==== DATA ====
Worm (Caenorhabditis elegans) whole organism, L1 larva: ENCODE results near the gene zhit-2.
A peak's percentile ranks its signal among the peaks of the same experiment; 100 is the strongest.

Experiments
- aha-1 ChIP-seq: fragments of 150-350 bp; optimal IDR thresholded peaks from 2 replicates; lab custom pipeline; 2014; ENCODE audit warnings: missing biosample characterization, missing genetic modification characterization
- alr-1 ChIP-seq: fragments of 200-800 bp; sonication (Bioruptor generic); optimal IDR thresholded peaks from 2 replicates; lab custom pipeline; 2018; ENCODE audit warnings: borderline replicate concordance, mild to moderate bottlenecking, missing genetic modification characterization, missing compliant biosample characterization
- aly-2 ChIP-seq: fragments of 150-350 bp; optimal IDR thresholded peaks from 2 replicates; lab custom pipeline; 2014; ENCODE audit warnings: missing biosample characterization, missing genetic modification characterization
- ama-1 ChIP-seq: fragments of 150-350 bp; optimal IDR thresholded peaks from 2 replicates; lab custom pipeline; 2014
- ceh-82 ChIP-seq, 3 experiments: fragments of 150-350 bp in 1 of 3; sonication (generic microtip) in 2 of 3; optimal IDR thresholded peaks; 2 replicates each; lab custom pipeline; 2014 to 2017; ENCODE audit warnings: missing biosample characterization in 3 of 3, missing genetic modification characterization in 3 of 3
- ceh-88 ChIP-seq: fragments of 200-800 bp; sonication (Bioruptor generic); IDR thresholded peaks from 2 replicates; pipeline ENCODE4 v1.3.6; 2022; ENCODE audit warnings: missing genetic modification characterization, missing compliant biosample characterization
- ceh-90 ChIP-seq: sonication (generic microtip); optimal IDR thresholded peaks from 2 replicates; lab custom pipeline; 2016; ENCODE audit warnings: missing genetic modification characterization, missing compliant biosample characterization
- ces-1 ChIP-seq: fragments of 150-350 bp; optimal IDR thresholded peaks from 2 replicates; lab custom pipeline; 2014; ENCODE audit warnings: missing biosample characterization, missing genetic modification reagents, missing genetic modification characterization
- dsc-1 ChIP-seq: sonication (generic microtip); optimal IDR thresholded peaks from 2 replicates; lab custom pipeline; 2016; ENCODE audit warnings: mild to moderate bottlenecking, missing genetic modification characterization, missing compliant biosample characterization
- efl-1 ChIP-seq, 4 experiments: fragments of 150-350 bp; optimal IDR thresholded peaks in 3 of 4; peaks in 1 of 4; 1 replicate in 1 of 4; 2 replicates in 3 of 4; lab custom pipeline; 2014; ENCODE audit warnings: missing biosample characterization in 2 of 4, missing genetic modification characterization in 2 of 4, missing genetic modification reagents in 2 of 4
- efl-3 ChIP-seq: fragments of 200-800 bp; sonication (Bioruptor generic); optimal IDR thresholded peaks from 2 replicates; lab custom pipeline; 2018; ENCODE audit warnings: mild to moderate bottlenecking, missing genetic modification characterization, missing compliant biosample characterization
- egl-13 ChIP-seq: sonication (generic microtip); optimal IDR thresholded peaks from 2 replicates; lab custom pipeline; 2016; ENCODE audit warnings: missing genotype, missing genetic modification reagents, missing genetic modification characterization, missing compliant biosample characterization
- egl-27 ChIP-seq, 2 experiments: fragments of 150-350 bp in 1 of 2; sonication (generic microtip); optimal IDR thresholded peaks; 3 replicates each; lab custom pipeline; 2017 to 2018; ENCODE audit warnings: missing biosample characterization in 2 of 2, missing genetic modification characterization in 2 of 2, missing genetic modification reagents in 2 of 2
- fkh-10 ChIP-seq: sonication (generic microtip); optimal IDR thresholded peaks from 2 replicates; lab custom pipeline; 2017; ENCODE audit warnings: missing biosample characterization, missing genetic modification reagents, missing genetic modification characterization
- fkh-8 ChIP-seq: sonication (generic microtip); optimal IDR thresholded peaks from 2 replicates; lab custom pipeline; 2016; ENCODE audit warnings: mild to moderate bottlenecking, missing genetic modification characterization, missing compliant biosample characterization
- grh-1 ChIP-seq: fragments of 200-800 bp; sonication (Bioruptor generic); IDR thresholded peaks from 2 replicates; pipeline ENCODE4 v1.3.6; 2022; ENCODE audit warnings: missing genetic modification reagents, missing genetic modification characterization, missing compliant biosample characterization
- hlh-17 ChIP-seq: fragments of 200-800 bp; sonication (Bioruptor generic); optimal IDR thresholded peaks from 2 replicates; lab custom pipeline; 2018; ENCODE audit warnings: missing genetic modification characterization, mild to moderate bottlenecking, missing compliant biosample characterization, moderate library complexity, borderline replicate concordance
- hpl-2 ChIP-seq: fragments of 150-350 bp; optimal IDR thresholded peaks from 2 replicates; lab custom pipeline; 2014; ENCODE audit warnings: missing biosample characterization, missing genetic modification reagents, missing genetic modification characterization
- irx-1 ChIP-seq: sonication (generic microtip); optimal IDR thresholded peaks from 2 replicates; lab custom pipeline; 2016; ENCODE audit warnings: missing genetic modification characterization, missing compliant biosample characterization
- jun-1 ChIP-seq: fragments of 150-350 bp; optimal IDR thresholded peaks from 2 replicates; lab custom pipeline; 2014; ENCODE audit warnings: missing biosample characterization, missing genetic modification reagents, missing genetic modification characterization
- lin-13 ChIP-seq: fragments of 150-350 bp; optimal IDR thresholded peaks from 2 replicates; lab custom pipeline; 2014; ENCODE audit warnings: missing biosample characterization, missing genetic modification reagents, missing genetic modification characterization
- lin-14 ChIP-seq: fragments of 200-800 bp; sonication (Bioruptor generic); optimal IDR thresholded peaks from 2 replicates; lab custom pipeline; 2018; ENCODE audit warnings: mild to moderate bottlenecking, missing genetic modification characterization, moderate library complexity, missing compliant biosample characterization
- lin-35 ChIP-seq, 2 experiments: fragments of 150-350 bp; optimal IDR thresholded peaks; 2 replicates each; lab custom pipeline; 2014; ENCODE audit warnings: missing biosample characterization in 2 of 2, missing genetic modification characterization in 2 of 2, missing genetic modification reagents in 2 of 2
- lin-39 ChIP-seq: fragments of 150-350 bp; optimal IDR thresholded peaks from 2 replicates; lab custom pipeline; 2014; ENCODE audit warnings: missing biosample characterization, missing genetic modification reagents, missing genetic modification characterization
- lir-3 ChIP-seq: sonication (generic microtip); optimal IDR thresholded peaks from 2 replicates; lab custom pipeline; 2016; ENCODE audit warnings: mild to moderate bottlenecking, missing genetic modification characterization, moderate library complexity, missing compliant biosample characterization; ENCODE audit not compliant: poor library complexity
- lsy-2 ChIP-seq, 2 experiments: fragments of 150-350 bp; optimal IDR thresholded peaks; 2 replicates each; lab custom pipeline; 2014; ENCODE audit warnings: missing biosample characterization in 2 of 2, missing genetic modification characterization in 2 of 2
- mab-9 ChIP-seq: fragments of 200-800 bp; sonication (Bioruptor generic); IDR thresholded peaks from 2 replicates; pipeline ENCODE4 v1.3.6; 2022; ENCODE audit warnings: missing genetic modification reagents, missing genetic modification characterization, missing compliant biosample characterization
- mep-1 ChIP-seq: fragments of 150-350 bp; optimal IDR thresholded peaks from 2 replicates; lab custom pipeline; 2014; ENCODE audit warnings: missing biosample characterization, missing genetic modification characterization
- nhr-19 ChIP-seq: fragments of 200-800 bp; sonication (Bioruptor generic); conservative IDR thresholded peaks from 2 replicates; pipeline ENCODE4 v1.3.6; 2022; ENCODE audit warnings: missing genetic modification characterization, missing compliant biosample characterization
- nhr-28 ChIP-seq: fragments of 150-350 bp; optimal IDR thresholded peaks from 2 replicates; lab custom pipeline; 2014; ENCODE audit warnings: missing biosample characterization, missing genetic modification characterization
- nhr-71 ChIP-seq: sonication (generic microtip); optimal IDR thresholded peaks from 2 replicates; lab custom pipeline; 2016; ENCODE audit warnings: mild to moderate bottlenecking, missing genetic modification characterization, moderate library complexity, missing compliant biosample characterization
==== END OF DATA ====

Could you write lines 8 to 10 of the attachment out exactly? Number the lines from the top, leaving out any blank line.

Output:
- ceh-82 ChIP-seq, 3 experiments: fragments of 150-350 bp in 1 of 3; sonication (generic microtip) in 2 of 3; optimal IDR thresholded peaks; 2 replicates each; lab custom pipeline; 2014 to 2017; ENCODE audit warnings: missing biosample characterization in 3 of 3, missing genetic modification characterization in 3 of 3
- ceh-88 ChIP-seq: fragments of 200-800 bp; sonication (Bioruptor generic); IDR thresholded peaks from 2 replicates; pipeline ENCODE4 v1.3.6; 2022; ENCODE audit warnings: missing genetic modification characterization, missing compliant biosample characterization
- ceh-90 ChIP-seq: sonication (generic microtip); optimal IDR thresholded peaks from 2 replicates; lab custom pipeline; 2016; ENCODE audit warnings: missing genetic modification characterization, missing compliant biosample characterization